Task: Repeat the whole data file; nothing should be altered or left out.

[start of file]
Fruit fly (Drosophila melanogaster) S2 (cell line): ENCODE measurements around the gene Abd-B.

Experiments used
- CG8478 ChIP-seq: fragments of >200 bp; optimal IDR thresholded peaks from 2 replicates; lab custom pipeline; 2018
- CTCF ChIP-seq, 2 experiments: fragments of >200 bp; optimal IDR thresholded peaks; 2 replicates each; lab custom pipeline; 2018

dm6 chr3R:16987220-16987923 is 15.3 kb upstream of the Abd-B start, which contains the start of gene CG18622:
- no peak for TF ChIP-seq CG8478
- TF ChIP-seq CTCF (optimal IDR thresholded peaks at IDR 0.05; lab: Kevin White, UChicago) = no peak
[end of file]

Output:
Fruit fly (Drosophila melanogaster) S2 (cell line): ENCODE measurements around the gene Abd-B.

Experiments used
- CG8478 ChIP-seq: fragments of >200 bp; optimal IDR thresholded peaks from 2 replicates; lab custom pipeline; 2018
- CTCF ChIP-seq, 2 experiments: fragments of >200 bp; optimal IDR thresholded peaks; 2 replicates each; lab custom pipeline; 2018

dm6 chr3R:16987220-16987923 is 15.3 kb upstream of the Abd-B start, which contains the start of gene CG18622:
- no peak for TF ChIP-seq CG8478
- TF ChIP-seq CTCF (optimal IDR thresholded peaks at IDR 0.05; lab: Kevin White, UChicago) = no peak